The destination for history

Animal folk tales of Britain and Ireland


The scope for my latest book ensured a bountiful story harvest gathered from five countries, rich with their variety of cultures and habitats.

As a performing oral storyteller, I chose much of the material from our vast lore of oral literature – traditional tales – which I have told and have heard from other storytellers. The greater quest for me, therefore, was to fill the gaps as that animal procession bounded, flew, crawled and swam past my mind’s eye. Where were the stories about badgers, now our largest carnivore, and why were there so few about wolves or bears, iconic in our psyche since the ice age?

Unsurprisingly, the most easily found stories come from our comparatively recent, settled past. These are the tales of farmers, fishers and hunters riding over a tamed land. The older, wilder tales come from the places furthest from the ‘home counties’ - perhaps pushed there as our ancestors once were by the tides of conquest – and from Ireland where recent conquest has been but a thin layer over invasions so distant that they are only remembered in mythology.

As I remembered, wrote and researched, patterns seemed to emerge – always a danger in a storyteller as our training allows us to see connections anywhere, stitching random elements into intricate designs. In the chapter entitled ‘Field and Farm’, the domesticated animals are the subject of our interest because we depend upon them and use them. There is an uneasy space where the untamed and domesticated meet. This tension is explored in ‘Wolf and Fox, Enemies of  Old’, and ‘The Black Fox’, found in the chapter entitled ‘Running Wild’. Stories being mirrors to our world, ‘dumb beasts’ are sometimes given human characteristics and behaviours, and as such they rarely give a flattering impression of their subjugators. In the entire collection of 67 tales there is only one in which an animal, unprovoked, wreaks harm on humans. ‘The Otter King’, in the chapter entitled ‘Making Waves’, is a more than vicious and malevolent beast. In these days of celebrating the return of otters to our cleaner waterways, he will not sit well with conservationists. During the first book launch, when I told this story for the first time in 25 years, I needed to acknowledge this. As entry to the evening was by donation, we all decided to give what was collected to the nearest otter sanctuary!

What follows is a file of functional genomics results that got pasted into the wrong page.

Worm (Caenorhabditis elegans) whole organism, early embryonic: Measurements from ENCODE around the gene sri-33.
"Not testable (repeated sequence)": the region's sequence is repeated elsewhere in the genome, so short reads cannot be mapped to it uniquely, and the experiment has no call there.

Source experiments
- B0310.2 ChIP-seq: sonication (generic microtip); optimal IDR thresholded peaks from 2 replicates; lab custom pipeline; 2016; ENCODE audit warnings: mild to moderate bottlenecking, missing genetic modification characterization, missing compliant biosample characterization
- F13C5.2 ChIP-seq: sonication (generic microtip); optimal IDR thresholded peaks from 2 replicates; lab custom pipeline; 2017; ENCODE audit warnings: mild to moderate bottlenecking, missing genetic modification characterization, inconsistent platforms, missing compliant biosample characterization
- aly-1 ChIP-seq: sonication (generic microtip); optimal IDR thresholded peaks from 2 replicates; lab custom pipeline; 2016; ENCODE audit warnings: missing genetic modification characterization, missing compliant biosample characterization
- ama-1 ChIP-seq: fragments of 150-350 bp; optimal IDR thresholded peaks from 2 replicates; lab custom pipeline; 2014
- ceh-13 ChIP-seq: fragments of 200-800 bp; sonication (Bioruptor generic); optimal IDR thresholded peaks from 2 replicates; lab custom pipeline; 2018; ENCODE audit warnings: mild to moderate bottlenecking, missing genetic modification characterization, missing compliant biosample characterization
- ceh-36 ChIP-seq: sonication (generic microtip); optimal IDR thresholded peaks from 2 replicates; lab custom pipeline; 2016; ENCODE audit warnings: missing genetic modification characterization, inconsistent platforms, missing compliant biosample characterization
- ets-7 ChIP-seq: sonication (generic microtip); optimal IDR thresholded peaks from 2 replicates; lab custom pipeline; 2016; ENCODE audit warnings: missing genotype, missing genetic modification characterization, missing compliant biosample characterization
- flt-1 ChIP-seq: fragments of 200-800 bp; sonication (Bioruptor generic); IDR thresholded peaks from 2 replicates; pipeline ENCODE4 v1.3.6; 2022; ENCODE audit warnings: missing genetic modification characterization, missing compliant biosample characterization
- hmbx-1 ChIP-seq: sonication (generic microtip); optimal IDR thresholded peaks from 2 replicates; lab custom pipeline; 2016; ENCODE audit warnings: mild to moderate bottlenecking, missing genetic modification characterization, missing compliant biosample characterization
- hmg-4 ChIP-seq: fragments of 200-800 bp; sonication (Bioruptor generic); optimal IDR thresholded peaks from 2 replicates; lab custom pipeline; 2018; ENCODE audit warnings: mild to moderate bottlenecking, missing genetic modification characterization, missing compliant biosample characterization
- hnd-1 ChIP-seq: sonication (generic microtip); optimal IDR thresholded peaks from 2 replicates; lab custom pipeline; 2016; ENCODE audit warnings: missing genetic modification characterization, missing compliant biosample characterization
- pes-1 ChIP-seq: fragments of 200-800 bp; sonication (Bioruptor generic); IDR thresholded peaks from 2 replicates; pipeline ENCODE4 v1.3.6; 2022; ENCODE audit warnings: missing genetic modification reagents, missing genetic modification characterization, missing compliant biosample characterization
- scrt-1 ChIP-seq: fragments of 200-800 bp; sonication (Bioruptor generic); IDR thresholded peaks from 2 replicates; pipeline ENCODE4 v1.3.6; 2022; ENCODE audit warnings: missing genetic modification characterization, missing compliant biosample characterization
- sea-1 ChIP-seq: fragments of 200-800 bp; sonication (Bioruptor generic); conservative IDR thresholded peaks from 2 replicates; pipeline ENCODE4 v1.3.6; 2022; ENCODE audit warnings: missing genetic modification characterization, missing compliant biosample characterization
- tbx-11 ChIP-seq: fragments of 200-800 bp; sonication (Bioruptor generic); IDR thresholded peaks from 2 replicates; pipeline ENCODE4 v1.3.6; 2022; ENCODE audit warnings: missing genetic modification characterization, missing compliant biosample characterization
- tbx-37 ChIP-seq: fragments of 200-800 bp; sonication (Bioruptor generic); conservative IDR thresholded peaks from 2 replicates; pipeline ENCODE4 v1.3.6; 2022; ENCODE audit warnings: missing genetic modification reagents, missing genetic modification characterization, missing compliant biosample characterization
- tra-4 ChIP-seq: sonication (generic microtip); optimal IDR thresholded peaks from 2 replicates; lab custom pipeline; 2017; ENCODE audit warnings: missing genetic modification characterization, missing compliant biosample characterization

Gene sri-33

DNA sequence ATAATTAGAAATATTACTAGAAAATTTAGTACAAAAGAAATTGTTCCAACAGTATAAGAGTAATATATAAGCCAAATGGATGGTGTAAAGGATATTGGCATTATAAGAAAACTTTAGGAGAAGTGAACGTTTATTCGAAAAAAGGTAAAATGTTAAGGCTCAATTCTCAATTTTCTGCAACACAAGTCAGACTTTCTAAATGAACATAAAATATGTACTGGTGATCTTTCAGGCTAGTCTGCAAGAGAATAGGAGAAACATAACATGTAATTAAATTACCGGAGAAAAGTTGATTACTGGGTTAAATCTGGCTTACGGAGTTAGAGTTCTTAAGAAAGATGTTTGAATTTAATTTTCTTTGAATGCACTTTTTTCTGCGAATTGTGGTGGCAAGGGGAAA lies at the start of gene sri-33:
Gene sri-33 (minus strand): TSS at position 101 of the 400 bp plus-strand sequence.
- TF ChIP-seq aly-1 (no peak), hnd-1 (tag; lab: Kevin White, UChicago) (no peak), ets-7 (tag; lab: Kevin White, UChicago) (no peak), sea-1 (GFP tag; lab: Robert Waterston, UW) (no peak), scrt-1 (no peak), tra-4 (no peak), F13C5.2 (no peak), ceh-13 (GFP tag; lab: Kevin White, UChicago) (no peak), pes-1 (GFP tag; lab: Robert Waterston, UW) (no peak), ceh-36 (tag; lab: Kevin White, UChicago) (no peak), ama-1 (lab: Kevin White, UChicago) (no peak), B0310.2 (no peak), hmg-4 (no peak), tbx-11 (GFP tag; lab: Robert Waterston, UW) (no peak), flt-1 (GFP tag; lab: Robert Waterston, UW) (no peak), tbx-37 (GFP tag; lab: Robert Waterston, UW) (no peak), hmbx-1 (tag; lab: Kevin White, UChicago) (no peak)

It is in the older stories, those closer to our animistic past, where the outcome in animal/human encounters is less certain. This is shown in our native genre par excellence -the wealth of ‘Selkie’ stories that abound around Irish and Scottish coasts. These creatures, animal in the sea and human on land, recall our shamanic ancestors who became animals in their trances, often journeying in the elements of water and air, where people cannot survive.

In writing this book, and my other collections of Somerset tales, I have felt in a curious position compared with my author friends – the novelists who conjure and create something new and unique. It is my task to write or re-write that which already exists. The creative aspect, for me, is in the choice of stories, how they are to be presented and placed with their neighbours to make the bigger picture, that of the book as a whole. The tales are the tesserae and the book is the mosaic. I realise that, quite unconsciously, I have adapted my writing style to the genre of stories. Any of these are suitable for reading aloud, but the folk tales sound quite different to the more mythic material. That is the shading amongst the layout which in turn defines shapes into images.

I have been blessed in having an animal loving sister to help me with my research. Of a more academic bent than I, she has also had access to university archives in which her ‘dogged’ efforts have unearthed some stories forgotten or unheard in the contemporary storyteller’s canon. I hope this book may return these to the living oral tradition that is celebrated in today’s storytelling revival. The last chapter title, ‘Reclaiming the Right to Roam’, refers both to our desire to renew our connection with Nature and the re-wilding movement. Let us continue to question our relationship with Nature and our exploitation of animals. Let this book afford them a voice and let the ‘dumb beasts’ have the last word.

By Sharon Jacksties

You might also be interested in:

Sign up for our newsletter

show more books